Perpetrator, or victim?

Now, let’s look at a different example for a moment. Let’s look at someone who’s clearly closer to the “perpetrator” end of this spectrum. Let’s look at Ted Haggard. Liar. Fraud. Hypocrite. Evil bastard.

And victim.

Ted_haggardIf Ted Haggard had been born and raised into a religion that taught love and acceptance for gay people — or, for that matter, if he’d been born into no religion at all — do you think he’d be the lying, fraudulent, hypocritical, evil bastard he is today? Do you think he’d be quite so full of obvious self- loathing… so full that he had to turn it against others? Do you think he’d have become quite so skilled at mental contortions… so skilled that the contortions just seemed natural, and straightforward thinking seemed like the voice of Satan? Do you think he’d have become quite so adept at the deceit of himself and others… so adept that it became a way of life?

I don’t know. Maybe. Gay people can be brought up in gay- positive households, and still grow up to be jerks. And gay people can be brought up in hatefully homophobic upbringings, and still get themselves the hell out of Dodge. But it’s impossible for me to look at both Ted Haggard and Marjoe Gortner, and not see both of them as both perpetrators and victims. And it’s hard not to think that the main difference is simply that Haggard drank the Kool-Aid. It was Marjoe’s conscious insincerity that ultimately led him to choose moral integrity; it’s Haggard’s apparently unconscious self- deception that’s enabled him to keep living a lie… and to keep passing that lie along to others.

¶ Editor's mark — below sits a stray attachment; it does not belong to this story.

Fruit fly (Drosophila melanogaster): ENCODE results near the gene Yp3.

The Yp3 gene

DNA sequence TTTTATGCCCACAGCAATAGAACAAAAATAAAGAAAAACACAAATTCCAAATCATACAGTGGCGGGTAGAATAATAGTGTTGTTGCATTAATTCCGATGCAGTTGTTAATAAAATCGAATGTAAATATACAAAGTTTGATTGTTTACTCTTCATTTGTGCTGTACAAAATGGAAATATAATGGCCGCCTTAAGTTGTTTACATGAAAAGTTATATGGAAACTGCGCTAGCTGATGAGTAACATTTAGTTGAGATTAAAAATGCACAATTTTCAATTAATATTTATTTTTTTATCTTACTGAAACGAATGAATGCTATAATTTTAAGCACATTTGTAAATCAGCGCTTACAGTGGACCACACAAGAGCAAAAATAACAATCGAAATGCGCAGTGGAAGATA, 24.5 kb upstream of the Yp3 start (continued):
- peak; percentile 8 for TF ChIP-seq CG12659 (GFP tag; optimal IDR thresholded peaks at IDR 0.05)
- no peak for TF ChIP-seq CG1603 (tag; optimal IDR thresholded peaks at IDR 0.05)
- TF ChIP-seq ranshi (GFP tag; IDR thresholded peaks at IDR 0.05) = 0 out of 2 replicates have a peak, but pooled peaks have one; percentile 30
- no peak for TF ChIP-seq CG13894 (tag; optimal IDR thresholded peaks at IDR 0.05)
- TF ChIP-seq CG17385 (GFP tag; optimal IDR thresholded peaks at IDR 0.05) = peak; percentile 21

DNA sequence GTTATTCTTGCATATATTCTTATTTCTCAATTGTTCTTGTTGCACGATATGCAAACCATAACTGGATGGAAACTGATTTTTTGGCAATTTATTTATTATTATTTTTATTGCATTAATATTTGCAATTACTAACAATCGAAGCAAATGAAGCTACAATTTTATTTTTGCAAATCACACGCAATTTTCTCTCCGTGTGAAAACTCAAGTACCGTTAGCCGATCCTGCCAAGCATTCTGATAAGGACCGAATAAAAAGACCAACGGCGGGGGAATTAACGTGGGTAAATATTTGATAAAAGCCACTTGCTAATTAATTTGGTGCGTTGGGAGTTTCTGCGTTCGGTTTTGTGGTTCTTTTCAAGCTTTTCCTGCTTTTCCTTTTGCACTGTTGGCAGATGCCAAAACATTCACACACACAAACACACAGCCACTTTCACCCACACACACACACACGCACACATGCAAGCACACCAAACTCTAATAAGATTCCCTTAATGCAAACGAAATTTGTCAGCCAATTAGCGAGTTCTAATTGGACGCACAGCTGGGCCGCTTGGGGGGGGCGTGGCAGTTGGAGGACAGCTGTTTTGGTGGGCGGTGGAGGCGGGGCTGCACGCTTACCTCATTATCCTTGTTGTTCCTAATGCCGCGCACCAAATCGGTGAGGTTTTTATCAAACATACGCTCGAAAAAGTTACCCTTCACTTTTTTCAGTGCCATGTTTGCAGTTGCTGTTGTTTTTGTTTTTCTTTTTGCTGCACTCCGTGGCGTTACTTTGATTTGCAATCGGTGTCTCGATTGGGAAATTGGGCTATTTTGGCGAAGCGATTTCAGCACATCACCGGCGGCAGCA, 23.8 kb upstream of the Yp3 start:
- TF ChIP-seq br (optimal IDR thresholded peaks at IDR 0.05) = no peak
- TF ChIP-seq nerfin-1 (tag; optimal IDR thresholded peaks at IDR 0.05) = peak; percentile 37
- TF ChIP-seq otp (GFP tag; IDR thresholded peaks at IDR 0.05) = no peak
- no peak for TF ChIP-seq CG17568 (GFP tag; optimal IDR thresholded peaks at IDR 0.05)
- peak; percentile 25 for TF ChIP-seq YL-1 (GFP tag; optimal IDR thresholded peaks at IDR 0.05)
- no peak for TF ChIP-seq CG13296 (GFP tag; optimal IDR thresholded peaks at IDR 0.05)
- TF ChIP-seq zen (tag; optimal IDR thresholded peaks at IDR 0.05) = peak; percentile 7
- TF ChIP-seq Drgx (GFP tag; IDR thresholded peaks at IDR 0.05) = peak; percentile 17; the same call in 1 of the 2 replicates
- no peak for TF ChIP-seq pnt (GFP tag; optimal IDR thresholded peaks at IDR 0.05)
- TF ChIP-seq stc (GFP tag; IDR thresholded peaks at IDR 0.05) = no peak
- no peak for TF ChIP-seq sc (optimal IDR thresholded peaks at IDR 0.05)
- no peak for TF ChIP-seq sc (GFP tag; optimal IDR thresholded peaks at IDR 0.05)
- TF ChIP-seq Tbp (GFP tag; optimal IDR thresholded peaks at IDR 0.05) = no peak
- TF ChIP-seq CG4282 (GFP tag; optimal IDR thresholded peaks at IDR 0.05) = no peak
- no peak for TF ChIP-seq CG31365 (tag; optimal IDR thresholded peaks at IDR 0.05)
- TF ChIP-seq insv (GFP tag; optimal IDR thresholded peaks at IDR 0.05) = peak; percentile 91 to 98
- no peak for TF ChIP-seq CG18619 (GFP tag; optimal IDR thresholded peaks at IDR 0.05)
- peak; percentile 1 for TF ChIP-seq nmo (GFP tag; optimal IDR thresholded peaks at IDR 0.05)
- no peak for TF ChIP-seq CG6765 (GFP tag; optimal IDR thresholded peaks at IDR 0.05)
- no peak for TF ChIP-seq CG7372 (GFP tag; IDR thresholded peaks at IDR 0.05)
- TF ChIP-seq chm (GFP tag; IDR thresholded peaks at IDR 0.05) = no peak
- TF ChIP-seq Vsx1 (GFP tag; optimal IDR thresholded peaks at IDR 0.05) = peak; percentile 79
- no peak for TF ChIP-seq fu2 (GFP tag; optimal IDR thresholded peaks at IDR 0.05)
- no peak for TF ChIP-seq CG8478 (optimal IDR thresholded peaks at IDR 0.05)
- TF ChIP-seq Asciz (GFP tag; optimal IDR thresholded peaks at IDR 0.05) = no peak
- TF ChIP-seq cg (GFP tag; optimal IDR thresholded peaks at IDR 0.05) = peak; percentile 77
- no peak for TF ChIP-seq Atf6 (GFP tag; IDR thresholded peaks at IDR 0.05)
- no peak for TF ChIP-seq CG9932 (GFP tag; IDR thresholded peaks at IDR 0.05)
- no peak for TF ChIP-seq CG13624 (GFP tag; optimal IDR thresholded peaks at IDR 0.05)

I’m not sure where I’m going with this. Other than the obvious, namely: What a gigantic clusterfuck. What a huge, messy, impossibly complicated moral and emotional tangle.

Responsible adultI do think that, barring extreme circumstances like mental illness, adults are responsible for their behavior. I’d even argue that the very definition of adulthood is that you don’t get to blame everything you do on your poor sad upbringing. So I’m not saying that every instance of religious fraud, bigotry, and brutality should be forgiven simply because the perpetrator is a victim as well.

But I also think that, when atheists are talking with believers, or when we’re writing stuff that we expect to be read by believers, we need to bear this stuff in mind, and try to have some compassion and empathy even when we’re at our most critical. Especially when we’re dealing with folks who believe in the more damaging versions of belief. I’m not saying we should always play nice and never say harsh truths — far from it. I’m saying that even the worst perpetuators of hurtful religious belief aren’t cartoon villains. They’re human beings, who have been damaged by religion even as they perpetuate that damage. We won’t get far if we don’t remember that.

Circle two arrowsI’m not sure where I’m going with this. But I do know that, for me, thinking of religion this way — as a continually self- perpetuating chain of victimization and perpetration — doesn’t make me less passionate about working to persuade people out of it. If anything, it makes me more passionate. It makes me both angrier and more compassionate — angrier at religion, more compassionate with the religious — both of which fuel my passion as an atheist activist. It makes me more eager to make atheism more visible… so more people can see it as an option, earlier in their lives, when there’s a better chance for the cycle to be broken.

13 comments

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  1. 1
    Lynet

    Inspiring post, Greta. You’re right, sympathy for those caught in it is the strongest reason to help people to be able to leave their religion.

  2. 2
    Sebatinsky

    You’ve made this sound an awful lot like child abuse. In fact, Dr. Dawkins might say that it’s an apt comparison

  3. 3
    smijer